WASHINGTON -- Seventy percent of Americans oppose sending more troops to Iraq, according to a new poll that provides a blunt response to President Bush's plan to bolster military forces there.
All sides in the Iraq debate are keenly aware of mounting public dissatisfaction with the situation: Secretary of State Condoleezza Rice said yesterday that it's one thing on which all Americans -- including administration officials -- are united.
Yet the Associated Press-Ipsos poll indicated widespread disagreement with the Bush administration over its proposed solution, and growing skepticism that the United States made the right decision in going to war in the first place.
Just as 70 percent of Americans opposed sending more troops to Iraq, a like number didn't think such an increase would help stabilize the situation there, the poll suggested. When asked to name the most important problem facing the United States, 38 percent of those polled pointed to the war, up significantly from 24 percent three months ago.
The AP-Ipsos telephone survey of 1,002 adults was conducted Monday through Wednesday night, when the president made his speech calling for an increase in troops. News had already surfaced before the polling period that Bush planned to boost US forces in Iraq.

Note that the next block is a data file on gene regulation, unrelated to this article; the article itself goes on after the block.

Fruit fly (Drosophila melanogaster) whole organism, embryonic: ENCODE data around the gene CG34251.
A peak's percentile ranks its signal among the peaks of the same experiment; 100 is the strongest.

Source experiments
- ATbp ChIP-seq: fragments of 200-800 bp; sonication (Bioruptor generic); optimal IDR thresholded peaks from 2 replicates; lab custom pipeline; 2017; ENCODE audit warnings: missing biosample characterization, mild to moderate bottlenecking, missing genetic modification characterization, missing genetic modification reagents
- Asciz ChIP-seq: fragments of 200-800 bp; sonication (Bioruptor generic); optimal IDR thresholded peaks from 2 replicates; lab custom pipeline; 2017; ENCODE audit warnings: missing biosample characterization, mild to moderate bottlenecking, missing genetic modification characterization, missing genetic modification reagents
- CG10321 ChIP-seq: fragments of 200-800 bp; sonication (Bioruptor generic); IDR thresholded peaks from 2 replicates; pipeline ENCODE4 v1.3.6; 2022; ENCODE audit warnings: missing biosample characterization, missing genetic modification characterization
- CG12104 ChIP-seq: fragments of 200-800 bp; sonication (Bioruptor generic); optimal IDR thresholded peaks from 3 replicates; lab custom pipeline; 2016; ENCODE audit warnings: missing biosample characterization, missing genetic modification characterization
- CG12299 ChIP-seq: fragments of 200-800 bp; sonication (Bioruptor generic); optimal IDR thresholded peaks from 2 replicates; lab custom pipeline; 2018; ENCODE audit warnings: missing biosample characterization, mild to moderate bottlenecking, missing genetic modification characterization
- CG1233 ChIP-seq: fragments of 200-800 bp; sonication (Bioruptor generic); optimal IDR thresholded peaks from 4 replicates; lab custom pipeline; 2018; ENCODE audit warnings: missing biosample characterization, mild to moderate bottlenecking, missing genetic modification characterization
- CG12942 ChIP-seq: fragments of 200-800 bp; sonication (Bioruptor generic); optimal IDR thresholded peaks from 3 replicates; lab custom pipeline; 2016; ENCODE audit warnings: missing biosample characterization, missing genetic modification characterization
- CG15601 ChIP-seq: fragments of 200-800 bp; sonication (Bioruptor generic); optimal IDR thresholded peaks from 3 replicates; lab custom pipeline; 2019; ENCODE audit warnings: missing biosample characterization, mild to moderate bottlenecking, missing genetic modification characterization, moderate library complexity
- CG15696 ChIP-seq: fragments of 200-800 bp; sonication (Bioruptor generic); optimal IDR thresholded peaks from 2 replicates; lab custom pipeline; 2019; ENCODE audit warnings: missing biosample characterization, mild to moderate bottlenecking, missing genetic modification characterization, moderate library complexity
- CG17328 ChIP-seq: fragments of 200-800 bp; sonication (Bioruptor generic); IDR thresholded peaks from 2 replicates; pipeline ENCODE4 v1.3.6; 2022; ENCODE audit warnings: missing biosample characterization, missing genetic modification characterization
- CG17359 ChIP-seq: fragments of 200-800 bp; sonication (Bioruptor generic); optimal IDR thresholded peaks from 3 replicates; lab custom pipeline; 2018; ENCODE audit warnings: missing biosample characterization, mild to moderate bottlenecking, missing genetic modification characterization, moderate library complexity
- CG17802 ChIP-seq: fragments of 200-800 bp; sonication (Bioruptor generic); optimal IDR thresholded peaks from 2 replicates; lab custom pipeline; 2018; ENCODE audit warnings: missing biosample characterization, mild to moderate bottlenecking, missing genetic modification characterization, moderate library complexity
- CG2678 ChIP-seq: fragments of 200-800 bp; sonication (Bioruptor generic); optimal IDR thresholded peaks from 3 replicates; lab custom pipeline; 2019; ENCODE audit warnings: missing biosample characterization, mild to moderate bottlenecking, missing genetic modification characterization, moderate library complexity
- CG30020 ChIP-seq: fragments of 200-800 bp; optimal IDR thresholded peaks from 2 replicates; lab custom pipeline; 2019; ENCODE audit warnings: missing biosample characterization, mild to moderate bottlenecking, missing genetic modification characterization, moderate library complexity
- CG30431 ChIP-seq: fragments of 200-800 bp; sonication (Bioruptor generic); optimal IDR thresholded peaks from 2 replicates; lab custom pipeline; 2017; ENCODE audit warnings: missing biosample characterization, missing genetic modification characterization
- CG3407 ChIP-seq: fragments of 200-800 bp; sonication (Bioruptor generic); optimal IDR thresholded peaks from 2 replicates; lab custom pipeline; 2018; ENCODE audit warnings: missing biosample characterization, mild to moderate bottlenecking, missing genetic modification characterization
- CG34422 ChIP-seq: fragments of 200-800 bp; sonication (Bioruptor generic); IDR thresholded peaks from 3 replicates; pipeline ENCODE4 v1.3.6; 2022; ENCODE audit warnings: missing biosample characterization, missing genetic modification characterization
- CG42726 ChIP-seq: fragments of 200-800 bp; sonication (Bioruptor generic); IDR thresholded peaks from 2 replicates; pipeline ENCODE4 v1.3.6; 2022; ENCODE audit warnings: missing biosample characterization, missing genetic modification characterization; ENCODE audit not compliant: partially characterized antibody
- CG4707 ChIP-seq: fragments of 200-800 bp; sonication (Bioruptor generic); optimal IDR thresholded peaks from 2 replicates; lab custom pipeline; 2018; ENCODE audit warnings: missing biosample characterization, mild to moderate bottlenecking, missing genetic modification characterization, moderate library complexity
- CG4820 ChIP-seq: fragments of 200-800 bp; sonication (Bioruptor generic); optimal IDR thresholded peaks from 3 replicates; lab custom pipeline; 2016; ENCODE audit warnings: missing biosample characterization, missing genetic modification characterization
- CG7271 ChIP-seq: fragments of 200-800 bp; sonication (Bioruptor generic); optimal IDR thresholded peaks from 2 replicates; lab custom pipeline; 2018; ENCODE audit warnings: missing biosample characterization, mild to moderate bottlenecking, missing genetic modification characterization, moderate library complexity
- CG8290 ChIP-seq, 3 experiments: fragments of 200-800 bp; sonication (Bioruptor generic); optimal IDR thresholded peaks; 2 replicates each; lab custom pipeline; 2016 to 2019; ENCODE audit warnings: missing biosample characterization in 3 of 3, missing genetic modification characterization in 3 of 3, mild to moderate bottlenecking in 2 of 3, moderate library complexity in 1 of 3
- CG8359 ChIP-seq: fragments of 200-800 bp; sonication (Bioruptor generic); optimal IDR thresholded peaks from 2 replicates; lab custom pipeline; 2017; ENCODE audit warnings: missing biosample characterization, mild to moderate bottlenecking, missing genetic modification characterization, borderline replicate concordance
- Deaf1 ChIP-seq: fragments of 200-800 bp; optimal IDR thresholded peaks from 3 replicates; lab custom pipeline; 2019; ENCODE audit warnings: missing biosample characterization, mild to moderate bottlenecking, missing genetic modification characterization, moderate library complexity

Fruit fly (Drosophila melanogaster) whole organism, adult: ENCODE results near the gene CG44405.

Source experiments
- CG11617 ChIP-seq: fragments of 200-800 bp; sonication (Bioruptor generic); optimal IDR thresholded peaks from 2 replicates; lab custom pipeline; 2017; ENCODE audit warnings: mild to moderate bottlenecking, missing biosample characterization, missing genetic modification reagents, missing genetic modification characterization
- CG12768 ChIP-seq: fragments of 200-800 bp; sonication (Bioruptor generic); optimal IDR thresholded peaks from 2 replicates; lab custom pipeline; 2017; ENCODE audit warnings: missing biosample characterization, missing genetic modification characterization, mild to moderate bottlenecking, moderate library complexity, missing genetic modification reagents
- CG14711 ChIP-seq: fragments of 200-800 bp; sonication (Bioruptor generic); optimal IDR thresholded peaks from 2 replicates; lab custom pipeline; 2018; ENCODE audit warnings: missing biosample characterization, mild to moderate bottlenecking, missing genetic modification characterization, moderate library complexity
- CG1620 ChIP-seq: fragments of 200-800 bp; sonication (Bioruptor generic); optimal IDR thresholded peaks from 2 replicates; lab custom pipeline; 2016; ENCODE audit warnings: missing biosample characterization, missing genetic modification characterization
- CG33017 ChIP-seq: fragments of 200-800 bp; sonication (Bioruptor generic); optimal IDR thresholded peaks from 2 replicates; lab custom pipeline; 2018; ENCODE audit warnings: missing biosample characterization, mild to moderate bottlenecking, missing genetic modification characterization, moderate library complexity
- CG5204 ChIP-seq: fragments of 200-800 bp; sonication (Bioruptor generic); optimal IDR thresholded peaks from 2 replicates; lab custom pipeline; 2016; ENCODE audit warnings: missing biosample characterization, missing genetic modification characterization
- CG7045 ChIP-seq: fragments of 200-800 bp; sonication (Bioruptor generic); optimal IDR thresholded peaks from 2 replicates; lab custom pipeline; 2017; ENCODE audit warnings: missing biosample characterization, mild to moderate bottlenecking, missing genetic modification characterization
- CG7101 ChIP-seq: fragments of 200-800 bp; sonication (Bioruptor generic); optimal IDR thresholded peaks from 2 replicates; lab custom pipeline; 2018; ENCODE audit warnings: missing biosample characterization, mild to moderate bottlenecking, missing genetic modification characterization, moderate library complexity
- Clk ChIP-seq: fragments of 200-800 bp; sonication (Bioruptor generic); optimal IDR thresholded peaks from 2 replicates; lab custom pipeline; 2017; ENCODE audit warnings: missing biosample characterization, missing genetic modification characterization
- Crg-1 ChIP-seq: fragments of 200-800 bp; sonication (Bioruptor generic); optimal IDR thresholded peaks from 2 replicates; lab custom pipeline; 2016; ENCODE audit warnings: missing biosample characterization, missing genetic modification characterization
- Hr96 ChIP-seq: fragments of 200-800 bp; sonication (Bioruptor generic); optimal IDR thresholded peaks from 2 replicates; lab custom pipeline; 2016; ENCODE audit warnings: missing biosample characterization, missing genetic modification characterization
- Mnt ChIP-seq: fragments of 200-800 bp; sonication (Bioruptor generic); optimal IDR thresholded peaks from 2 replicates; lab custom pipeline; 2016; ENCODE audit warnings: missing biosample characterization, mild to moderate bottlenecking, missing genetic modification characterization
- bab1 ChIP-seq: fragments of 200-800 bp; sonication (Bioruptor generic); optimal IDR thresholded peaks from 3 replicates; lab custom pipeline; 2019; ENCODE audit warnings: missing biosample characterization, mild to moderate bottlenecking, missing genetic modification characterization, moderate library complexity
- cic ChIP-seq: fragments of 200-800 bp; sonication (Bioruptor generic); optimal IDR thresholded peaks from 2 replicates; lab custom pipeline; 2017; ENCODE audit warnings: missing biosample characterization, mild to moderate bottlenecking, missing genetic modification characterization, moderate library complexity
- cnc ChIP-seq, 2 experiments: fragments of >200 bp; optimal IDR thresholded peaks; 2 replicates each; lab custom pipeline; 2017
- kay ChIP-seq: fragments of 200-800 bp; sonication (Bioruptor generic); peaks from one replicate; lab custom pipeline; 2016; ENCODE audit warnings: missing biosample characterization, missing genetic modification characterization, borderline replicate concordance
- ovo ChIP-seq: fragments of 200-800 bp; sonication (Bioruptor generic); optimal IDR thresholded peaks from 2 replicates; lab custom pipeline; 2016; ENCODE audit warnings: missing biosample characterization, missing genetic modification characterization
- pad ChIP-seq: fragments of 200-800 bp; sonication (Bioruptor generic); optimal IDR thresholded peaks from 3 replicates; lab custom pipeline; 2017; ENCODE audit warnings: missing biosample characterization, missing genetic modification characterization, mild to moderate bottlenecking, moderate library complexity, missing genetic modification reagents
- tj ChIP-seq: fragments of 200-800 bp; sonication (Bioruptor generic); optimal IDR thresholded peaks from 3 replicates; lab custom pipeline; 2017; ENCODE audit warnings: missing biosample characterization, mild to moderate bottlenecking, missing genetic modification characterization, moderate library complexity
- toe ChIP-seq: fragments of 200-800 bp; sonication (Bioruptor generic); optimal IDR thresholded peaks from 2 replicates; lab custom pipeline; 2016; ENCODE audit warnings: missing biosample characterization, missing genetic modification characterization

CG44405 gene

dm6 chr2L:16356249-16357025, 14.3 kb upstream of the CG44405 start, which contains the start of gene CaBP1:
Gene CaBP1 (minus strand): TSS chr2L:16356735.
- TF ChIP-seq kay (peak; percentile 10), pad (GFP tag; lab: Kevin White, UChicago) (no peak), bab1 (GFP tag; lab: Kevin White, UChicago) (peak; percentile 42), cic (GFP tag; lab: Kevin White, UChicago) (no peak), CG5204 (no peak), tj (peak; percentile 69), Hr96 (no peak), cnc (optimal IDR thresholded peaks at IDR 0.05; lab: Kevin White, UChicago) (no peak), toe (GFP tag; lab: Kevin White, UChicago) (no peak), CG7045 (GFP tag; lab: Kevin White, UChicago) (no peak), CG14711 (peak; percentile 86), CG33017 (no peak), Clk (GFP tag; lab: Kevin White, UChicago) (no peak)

The public's concern over Iraq was a prominent topic on Capitol Hill yesterday as legislators reacted to the president's plan to increase troop levels by 21,500.
Joseph Biden, a Delaware Democrat and chairman of the Senate Foreign Relations Committee, harked back to the Vietnam War as he warned Rice that any solution to the Iraq problem must have public support.
Senator Barbara Boxer, Democrat of California, told Rice: "You are not listening to the American people. . . . And you wonder why there is a dark cloud of skepticism and pessimism over this nation."
But Senator John McCain, Republican of Arizona, said it would be an oversimplification to think that people just want the United States out of Iraq.
"They're understandably frustrated, they're understandably saddened," he said. "But if you can show the American people that there is a way forward to success, and also describe to them the consequences of failure, I believe this policy can be supported."